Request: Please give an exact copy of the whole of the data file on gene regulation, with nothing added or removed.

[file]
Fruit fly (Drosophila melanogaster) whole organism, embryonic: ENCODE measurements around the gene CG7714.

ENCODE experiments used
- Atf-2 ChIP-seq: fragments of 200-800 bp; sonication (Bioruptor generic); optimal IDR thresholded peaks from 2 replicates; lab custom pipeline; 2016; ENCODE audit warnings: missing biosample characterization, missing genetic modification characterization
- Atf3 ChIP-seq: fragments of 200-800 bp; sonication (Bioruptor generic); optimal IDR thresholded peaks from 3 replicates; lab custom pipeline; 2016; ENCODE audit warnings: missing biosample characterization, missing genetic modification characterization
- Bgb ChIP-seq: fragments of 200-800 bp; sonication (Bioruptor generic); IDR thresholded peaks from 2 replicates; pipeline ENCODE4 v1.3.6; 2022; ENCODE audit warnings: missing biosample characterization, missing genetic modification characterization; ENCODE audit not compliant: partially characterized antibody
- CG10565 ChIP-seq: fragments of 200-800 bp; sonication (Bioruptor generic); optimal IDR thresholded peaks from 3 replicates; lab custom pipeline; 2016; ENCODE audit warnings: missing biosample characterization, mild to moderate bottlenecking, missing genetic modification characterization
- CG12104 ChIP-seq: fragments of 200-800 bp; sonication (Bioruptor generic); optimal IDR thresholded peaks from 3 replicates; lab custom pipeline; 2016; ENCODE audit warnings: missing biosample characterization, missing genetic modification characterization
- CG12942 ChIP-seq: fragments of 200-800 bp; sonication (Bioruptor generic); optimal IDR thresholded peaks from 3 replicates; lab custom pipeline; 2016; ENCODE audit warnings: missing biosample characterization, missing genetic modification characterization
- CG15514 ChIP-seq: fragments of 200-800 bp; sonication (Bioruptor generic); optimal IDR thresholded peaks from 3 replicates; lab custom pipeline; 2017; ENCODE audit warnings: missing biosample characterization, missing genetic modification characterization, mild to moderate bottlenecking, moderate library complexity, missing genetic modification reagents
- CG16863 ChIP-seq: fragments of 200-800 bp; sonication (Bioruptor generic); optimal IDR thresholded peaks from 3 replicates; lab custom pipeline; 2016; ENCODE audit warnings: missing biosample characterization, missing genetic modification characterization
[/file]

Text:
Fruit fly (Drosophila melanogaster) whole organism, embryonic: ENCODE measurements around the gene CG7714.

ENCODE experiments used
- Atf-2 ChIP-seq: fragments of 200-800 bp; sonication (Bioruptor generic); optimal IDR thresholded peaks from 2 replicates; lab custom pipeline; 2016; ENCODE audit warnings: missing biosample characterization, missing genetic modification characterization
- Atf3 ChIP-seq: fragments of 200-800 bp; sonication (Bioruptor generic); optimal IDR thresholded peaks from 3 replicates; lab custom pipeline; 2016; ENCODE audit warnings: missing biosample characterization, missing genetic modification characterization
- Bgb ChIP-seq: fragments of 200-800 bp; sonication (Bioruptor generic); IDR thresholded peaks from 2 replicates; pipeline ENCODE4 v1.3.6; 2022; ENCODE audit warnings: missing biosample characterization, missing genetic modification characterization; ENCODE audit not compliant: partially characterized antibody
- CG10565 ChIP-seq: fragments of 200-800 bp; sonication (Bioruptor generic); optimal IDR thresholded peaks from 3 replicates; lab custom pipeline; 2016; ENCODE audit warnings: missing biosample characterization, mild to moderate bottlenecking, missing genetic modification characterization
- CG12104 ChIP-seq: fragments of 200-800 bp; sonication (Bioruptor generic); optimal IDR thresholded peaks from 3 replicates; lab custom pipeline; 2016; ENCODE audit warnings: missing biosample characterization, missing genetic modification characterization
- CG12942 ChIP-seq: fragments of 200-800 bp; sonication (Bioruptor generic); optimal IDR thresholded peaks from 3 replicates; lab custom pipeline; 2016; ENCODE audit warnings: missing biosample characterization, missing genetic modification characterization
- CG15514 ChIP-seq: fragments of 200-800 bp; sonication (Bioruptor generic); optimal IDR thresholded peaks from 3 replicates; lab custom pipeline; 2017; ENCODE audit warnings: missing biosample characterization, missing genetic modification characterization, mild to moderate bottlenecking, moderate library complexity, missing genetic modification reagents
- CG16863 ChIP-seq: fragments of 200-800 bp; sonication (Bioruptor generic); optimal IDR thresholded peaks from 3 replicates; lab custom pipeline; 2016; ENCODE audit warnings: missing biosample characterization, missing genetic modification characterization